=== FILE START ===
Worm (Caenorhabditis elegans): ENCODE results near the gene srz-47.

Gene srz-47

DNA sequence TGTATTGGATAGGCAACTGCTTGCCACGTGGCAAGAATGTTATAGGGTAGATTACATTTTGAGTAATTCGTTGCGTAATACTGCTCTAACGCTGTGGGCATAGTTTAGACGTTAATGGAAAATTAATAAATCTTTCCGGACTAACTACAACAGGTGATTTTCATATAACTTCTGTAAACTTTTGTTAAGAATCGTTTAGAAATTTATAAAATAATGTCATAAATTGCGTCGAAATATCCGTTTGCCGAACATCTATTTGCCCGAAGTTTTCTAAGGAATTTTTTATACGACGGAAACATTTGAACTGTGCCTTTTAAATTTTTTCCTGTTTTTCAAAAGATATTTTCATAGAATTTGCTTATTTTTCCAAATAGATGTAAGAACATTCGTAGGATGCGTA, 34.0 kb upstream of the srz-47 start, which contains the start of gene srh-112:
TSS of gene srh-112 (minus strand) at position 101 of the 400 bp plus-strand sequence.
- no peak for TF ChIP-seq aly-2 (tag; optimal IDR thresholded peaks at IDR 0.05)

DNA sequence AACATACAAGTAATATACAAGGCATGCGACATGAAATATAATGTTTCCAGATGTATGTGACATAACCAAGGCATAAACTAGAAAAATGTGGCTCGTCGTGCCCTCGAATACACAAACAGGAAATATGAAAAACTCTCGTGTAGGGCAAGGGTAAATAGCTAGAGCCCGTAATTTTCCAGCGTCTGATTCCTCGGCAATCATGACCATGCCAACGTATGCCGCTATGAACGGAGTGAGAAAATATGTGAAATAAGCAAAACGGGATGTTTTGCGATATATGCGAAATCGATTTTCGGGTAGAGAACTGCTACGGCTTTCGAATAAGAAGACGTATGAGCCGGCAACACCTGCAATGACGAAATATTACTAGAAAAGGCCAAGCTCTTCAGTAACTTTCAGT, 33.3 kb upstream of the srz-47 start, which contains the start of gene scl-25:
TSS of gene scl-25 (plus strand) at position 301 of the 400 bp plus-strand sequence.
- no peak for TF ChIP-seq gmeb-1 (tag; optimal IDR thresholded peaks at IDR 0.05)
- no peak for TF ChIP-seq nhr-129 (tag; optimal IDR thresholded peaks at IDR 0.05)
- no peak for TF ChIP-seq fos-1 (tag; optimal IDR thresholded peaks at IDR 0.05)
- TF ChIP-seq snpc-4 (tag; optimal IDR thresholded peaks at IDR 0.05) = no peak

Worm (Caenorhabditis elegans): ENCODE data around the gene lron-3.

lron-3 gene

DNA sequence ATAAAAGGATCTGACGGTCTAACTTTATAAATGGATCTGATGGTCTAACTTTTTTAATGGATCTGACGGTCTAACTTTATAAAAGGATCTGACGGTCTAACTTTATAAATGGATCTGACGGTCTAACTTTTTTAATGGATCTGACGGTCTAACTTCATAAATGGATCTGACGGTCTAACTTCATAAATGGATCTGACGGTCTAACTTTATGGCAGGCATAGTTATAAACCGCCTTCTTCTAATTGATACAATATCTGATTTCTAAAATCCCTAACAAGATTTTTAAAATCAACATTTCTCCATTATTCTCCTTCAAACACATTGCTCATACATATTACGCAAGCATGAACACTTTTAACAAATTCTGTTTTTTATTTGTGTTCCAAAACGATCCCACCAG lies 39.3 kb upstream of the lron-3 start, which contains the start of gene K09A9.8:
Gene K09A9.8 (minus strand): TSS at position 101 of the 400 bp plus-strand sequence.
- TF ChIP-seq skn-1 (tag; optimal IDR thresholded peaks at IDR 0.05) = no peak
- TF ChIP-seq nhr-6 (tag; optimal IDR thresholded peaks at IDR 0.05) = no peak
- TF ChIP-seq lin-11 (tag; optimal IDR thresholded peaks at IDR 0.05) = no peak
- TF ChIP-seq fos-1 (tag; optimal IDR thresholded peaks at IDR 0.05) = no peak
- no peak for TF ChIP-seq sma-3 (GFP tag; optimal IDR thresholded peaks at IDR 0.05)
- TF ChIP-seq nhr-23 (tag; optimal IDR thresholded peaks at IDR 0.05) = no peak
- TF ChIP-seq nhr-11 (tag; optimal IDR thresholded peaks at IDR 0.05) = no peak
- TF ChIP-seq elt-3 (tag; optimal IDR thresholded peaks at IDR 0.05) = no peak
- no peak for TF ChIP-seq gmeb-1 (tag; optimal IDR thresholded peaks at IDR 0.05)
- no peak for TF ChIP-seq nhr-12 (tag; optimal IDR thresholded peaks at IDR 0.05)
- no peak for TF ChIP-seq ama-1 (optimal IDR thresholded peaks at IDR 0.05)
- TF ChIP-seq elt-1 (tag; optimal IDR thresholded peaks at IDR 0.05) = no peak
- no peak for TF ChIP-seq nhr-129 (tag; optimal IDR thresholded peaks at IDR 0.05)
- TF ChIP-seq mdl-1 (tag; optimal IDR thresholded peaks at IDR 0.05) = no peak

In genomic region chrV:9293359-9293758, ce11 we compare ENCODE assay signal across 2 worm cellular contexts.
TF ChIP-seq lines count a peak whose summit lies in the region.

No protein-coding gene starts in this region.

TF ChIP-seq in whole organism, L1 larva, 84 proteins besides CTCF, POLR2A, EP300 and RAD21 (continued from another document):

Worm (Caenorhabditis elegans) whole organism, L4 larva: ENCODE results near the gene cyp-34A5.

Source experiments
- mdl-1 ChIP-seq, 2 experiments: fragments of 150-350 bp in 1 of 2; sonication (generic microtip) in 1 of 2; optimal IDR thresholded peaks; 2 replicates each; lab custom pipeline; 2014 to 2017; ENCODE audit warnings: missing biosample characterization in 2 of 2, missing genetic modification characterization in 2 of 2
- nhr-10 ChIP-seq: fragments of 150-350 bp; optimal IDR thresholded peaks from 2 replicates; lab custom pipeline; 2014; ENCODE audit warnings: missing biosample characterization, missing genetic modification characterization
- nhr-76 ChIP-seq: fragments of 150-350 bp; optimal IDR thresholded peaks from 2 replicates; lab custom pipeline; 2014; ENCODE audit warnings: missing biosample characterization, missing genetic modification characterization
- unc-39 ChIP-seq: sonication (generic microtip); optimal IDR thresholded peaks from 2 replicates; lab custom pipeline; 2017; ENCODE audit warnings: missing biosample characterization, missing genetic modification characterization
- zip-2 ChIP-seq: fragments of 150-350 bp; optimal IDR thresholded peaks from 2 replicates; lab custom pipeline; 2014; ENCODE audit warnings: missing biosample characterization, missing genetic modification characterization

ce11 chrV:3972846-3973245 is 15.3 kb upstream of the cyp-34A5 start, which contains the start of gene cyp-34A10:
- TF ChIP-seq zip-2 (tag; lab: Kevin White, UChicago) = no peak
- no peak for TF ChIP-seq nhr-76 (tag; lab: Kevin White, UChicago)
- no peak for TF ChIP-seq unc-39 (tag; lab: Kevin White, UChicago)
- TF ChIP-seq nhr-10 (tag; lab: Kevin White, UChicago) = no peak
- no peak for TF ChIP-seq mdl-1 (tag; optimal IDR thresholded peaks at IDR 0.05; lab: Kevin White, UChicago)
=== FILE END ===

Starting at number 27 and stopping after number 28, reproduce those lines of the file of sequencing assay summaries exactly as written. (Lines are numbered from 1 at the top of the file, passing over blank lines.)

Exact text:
- TF ChIP-seq elt-1 (tag; optimal IDR thresholded peaks at IDR 0.05) = no peak
- no peak for TF ChIP-seq nhr-129 (tag; optimal IDR thresholded peaks at IDR 0.05)